Still, Austria and Spain and others with similar laws have varied, media landscapes as well as real public service broadcasting. Poland’s state television network (TVP) is no such thing. Poland’s media landscape without TVN24 will be anemic. The takeover of regional newspaper group Polska Press by state energy company PKN Orlen last year is a pretty good sign of the direction of travel.
The draft law isn’t a done deal yet. It needs to go through the opposition-controlled Senate, where it could be watered down. Discovery has vowed to take legal action, citing a 1994 bilateral investment treaty. Poland’s pro-business deputy prime minister Jaroslow Gowin was sacked by Prime Minister Mateusz Morawiecki last week for opposing the law (along with tax-raising in a new economic program), leaving the coalition without a governing majority and dependent on the far-right for support.
If there’s a glimmer of hope in all this, it is that PiS has finally overstepped but also that Poland’s opposition, so often a disappointment, has serious leadership in the return of Donald Tusk, a former prime minister and European Council president. Tusk is again leading the center-right Civic Platform, which he helped found two decades ago and which once dominated Polish politics, though complacency, sloppy messaging and scandal led it to lose power in 2015.
Overturning the PiS’s grip on power won’t be easy. The party has combined astute social spending — a child-benefit program, more money for pensioners and a higher minimum wage — with populist policies to appeal to a sense of national pride and also the conservative social values dear to its rural voter base. Second quarter GDP, at 10.9% is the country’s fastest ever annual growth rate, which may make it harder to dislodge the governing party. New elections aren’t due until 2023, unless opposition parties can force a snap vote.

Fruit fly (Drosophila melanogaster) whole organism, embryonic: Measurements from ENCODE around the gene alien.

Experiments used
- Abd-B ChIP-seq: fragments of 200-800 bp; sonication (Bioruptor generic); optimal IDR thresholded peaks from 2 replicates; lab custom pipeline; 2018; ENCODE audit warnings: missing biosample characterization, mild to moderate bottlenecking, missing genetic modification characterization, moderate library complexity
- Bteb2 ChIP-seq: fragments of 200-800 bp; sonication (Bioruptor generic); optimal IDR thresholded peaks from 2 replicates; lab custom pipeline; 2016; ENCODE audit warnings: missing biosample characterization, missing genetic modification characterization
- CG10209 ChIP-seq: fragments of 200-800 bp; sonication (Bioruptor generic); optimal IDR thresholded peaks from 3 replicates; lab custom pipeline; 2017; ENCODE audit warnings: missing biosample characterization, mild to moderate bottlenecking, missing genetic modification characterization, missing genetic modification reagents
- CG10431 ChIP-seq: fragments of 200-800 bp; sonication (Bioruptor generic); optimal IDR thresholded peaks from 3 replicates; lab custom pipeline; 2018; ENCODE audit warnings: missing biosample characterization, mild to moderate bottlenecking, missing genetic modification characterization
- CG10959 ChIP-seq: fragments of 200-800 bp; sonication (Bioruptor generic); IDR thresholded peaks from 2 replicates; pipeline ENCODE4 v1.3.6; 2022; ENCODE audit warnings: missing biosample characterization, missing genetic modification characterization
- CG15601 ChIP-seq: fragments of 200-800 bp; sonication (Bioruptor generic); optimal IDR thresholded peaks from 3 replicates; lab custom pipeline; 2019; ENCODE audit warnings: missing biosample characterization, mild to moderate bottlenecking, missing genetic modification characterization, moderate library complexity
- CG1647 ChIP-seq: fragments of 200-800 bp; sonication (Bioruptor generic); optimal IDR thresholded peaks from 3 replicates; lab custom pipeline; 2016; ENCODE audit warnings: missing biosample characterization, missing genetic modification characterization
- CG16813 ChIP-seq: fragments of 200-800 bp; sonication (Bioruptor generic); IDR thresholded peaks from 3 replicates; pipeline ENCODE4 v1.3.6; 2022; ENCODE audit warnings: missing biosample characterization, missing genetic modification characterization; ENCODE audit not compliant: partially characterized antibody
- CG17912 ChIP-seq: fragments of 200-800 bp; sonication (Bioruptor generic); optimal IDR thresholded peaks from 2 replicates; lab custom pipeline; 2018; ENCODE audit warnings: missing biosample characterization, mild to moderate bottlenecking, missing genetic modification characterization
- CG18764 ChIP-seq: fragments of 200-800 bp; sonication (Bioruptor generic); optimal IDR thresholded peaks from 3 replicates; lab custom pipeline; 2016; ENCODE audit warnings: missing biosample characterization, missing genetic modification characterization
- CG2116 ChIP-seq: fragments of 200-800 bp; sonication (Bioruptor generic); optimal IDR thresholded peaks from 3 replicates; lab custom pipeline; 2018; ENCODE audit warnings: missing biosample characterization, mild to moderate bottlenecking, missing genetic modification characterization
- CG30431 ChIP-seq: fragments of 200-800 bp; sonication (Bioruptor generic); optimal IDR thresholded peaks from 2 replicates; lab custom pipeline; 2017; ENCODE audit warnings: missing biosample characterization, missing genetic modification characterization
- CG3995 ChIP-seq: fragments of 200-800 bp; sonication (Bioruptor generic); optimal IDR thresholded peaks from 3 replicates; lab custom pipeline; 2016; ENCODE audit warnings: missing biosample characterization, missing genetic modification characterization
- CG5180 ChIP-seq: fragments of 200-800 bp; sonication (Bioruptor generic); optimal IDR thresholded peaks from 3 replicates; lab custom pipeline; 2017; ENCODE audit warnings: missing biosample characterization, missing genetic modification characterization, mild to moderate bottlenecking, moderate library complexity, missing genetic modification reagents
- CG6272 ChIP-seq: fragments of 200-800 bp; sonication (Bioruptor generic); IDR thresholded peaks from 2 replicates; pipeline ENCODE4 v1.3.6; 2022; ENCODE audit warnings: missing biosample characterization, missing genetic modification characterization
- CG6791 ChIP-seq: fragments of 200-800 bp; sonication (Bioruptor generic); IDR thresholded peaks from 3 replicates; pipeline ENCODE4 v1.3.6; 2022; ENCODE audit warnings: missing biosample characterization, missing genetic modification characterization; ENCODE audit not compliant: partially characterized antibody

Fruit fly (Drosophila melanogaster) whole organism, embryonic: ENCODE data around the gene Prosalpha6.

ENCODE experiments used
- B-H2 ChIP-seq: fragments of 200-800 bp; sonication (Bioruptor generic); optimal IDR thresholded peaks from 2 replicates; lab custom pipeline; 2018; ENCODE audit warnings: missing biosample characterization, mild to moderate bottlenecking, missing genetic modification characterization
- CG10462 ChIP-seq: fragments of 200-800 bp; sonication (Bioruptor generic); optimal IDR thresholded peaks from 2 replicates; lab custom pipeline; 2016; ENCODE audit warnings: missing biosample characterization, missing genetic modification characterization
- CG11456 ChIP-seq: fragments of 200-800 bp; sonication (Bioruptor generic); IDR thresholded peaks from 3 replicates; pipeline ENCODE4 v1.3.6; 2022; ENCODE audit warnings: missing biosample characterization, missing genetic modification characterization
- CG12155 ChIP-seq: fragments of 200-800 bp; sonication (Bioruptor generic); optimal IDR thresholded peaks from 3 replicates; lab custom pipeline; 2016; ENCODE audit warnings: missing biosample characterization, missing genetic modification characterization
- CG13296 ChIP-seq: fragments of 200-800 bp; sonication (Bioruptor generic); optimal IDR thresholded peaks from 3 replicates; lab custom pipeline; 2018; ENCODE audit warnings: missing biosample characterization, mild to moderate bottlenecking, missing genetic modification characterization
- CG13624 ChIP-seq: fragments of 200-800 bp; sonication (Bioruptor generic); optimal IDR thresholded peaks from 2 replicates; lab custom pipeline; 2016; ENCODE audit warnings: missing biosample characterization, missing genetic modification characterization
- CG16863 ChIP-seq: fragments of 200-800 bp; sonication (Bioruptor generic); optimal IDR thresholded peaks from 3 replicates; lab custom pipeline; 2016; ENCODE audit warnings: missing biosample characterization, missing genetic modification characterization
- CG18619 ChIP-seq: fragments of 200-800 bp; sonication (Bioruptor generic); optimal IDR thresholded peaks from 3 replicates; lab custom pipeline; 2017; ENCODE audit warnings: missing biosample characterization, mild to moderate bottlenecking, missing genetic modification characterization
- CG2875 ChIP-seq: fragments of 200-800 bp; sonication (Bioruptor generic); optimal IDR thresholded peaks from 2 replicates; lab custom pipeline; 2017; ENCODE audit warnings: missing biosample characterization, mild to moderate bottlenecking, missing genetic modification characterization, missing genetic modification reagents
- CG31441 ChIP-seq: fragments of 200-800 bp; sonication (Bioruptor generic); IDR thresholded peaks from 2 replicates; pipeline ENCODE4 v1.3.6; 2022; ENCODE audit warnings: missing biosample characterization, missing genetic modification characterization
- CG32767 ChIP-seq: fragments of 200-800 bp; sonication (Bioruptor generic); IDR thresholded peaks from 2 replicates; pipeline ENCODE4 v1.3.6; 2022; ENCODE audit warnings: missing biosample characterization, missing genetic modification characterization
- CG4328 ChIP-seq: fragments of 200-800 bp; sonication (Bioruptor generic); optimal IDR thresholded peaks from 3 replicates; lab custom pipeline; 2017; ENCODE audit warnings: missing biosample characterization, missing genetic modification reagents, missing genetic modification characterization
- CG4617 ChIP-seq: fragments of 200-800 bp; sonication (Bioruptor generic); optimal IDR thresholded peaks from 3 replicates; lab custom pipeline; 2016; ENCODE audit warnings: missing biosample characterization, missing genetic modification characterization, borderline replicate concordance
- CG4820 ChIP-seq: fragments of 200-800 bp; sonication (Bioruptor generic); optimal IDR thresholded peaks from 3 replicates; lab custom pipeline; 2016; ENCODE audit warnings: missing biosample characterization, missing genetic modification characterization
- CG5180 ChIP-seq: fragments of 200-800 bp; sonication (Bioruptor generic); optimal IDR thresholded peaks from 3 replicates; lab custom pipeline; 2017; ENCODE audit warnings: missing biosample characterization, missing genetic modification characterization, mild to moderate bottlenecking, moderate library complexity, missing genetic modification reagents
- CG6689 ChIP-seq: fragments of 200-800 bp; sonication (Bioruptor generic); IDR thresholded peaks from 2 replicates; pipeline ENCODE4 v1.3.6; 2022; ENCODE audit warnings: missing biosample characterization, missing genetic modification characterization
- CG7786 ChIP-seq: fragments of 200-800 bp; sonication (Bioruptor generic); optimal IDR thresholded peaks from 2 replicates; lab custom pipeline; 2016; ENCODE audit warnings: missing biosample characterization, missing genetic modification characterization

Outside powers can’t return Poland to a rule-of-law based democratic trajectory, but they can make their voices heard. As the biggest recipient of EU funds — some $152 billion since it became a member in 2004 — you’d think the EU has leverage. But the bloc has not been able to use that influence to date and Warsaw usually does just enough to avoid major confrontation.
The U.S. has historic, filial (according to some estimates, around 9 million in the U.S. identify as Polish American) and defense ties with Poland that run deep. But Biden has been notably cooler toward Warsaw than Donald Trump, who flattered PiS leader Jaroslaw Kaczynski and allowed him to play Washington off Brussels.
Both the EU and the U.S. need to work to encourage Poland to avoid going the way of Hungary. But the real heavy lifting will have to be internal.
This column does not necessarily reflect the opinion of the editorial board or Bloomberg LP and its owners.
Therese Raphael is a columnist for Bloomberg Opinion. She was editorial page editor of the Wall Street Journal Europe.